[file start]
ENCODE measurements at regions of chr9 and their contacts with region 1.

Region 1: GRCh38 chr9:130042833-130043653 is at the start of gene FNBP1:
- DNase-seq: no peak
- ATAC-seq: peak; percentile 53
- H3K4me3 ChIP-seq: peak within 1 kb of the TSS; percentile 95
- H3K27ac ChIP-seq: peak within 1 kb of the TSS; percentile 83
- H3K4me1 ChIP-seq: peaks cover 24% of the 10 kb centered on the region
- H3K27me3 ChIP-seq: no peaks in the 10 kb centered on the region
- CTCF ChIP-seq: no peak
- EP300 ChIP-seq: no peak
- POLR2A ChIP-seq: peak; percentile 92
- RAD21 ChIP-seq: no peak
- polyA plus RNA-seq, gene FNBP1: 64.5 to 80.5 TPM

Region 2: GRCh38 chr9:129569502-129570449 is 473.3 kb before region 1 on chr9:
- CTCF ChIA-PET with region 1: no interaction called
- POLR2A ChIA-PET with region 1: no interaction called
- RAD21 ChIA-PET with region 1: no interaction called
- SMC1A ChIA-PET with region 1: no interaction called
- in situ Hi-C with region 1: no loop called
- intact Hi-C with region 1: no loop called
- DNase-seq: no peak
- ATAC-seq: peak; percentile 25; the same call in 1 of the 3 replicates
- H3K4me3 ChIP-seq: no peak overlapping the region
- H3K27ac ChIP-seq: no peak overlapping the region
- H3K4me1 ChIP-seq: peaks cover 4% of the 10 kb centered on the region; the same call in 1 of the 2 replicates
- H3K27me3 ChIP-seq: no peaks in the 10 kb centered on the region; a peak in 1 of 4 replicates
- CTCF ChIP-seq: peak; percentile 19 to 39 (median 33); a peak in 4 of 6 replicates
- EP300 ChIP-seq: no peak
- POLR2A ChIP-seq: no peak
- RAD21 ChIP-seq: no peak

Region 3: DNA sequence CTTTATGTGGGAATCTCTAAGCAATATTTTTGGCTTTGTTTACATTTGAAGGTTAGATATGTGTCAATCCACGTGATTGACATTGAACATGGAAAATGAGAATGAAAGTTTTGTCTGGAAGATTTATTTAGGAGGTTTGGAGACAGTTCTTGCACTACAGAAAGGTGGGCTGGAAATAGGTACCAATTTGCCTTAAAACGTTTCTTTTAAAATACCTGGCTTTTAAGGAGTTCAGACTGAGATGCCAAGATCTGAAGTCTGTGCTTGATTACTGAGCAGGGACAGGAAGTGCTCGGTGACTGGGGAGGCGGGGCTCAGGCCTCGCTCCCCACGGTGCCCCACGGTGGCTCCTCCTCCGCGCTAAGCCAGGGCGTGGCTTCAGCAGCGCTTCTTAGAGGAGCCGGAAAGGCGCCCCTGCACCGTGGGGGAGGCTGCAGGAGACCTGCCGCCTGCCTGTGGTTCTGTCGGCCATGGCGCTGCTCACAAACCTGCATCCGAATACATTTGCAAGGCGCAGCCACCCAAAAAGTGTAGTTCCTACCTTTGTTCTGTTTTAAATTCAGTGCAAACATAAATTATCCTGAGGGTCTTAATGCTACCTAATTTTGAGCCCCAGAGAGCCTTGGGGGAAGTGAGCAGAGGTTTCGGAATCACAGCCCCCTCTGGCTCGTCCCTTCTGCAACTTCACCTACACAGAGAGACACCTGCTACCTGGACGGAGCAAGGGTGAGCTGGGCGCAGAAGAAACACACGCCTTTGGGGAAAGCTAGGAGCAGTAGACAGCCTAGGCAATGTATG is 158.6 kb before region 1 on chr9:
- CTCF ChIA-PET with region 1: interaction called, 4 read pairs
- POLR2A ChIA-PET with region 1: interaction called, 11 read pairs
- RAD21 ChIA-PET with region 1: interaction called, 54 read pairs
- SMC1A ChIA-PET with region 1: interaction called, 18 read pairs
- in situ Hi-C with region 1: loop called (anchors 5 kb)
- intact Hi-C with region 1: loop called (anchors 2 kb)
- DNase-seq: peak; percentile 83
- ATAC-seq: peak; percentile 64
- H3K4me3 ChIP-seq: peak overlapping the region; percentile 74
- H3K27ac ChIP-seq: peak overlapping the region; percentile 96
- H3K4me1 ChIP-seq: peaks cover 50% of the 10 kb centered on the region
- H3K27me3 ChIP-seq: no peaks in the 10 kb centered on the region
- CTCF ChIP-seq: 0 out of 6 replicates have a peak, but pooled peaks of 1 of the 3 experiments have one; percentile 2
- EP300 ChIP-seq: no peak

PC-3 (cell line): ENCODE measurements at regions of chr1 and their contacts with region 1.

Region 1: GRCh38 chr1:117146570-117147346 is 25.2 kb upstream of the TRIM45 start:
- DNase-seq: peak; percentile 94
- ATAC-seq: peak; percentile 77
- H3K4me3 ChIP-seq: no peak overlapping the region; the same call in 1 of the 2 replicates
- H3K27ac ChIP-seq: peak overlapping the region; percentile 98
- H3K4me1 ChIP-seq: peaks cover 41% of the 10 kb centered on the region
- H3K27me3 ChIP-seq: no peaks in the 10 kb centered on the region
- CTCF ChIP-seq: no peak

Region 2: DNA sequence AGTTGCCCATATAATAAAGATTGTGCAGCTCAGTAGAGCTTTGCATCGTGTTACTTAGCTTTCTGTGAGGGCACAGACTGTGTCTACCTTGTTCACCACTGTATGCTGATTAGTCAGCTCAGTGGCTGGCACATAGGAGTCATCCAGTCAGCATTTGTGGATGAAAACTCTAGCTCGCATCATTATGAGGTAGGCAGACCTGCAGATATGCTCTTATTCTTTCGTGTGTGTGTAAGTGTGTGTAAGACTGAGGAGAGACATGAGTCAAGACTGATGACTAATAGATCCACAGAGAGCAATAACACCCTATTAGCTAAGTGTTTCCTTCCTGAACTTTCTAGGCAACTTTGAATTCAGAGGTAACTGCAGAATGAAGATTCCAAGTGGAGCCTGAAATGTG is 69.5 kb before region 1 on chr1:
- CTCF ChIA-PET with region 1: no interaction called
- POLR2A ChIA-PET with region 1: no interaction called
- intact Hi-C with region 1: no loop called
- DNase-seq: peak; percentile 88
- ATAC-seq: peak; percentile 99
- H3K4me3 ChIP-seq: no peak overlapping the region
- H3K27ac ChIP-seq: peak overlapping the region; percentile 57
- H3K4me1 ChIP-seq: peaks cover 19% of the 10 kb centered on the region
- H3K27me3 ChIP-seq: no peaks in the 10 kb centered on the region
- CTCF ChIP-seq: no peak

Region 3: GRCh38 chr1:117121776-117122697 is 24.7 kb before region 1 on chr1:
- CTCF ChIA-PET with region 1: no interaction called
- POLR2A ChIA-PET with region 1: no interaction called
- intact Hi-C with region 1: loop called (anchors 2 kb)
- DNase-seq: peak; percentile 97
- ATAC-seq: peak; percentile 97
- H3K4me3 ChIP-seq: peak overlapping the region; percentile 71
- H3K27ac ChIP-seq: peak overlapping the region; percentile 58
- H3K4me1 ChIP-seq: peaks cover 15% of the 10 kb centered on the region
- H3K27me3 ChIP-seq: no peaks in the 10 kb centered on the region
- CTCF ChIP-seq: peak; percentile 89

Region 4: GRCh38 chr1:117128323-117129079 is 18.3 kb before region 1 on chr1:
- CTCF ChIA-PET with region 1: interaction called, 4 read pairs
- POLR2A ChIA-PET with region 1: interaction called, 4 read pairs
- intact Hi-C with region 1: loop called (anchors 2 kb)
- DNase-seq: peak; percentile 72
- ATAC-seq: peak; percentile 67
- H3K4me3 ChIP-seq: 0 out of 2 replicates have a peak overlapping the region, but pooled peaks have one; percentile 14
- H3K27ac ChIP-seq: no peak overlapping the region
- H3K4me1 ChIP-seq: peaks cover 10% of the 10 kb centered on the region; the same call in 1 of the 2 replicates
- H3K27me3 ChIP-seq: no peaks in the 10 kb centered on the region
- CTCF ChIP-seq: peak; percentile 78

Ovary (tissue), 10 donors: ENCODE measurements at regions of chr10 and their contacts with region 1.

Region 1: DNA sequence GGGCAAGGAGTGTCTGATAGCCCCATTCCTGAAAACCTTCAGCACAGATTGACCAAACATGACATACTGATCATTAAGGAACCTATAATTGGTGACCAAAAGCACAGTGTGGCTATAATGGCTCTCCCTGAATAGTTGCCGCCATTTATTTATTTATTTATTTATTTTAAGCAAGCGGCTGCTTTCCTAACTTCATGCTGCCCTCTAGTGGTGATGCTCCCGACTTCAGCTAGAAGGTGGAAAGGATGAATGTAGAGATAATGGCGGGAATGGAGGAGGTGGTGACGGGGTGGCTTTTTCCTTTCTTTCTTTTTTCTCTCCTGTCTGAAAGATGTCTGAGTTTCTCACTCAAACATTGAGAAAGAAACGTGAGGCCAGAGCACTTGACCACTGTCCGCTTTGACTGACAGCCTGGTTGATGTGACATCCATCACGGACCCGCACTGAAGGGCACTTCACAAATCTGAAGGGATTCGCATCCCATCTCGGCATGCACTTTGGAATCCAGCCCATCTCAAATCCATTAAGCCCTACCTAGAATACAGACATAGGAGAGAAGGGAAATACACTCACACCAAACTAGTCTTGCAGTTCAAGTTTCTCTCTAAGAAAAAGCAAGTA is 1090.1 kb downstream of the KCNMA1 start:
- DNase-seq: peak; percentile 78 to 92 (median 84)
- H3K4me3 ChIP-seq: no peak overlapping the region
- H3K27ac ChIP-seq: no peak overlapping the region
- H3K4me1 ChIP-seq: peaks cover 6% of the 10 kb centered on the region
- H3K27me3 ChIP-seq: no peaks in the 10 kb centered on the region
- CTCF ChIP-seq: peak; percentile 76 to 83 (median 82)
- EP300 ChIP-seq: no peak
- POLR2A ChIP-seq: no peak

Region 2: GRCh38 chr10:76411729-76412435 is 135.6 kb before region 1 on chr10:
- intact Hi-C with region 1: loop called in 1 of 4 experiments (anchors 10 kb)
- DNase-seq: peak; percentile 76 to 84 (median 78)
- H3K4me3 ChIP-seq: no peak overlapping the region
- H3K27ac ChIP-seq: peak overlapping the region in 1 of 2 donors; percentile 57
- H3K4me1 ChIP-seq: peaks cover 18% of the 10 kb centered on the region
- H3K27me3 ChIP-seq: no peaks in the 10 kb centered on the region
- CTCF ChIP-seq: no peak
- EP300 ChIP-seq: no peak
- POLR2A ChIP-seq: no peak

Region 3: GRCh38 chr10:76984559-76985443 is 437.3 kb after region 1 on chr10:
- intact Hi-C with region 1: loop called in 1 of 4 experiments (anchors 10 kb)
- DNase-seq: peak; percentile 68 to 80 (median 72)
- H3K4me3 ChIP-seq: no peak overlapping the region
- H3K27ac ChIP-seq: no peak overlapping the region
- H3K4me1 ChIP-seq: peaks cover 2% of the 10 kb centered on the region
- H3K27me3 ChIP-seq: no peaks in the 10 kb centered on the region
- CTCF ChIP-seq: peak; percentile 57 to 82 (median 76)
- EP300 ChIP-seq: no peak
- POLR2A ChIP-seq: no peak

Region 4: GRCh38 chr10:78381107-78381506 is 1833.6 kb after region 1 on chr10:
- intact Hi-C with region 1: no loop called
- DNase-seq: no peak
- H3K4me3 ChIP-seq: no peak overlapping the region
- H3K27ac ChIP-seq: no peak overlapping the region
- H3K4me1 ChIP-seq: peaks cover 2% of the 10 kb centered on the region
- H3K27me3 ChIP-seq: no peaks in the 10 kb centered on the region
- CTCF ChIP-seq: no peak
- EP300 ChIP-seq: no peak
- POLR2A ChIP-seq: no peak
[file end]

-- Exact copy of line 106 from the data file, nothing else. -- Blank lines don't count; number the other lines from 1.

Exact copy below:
- EP300 ChIP-seq: no peak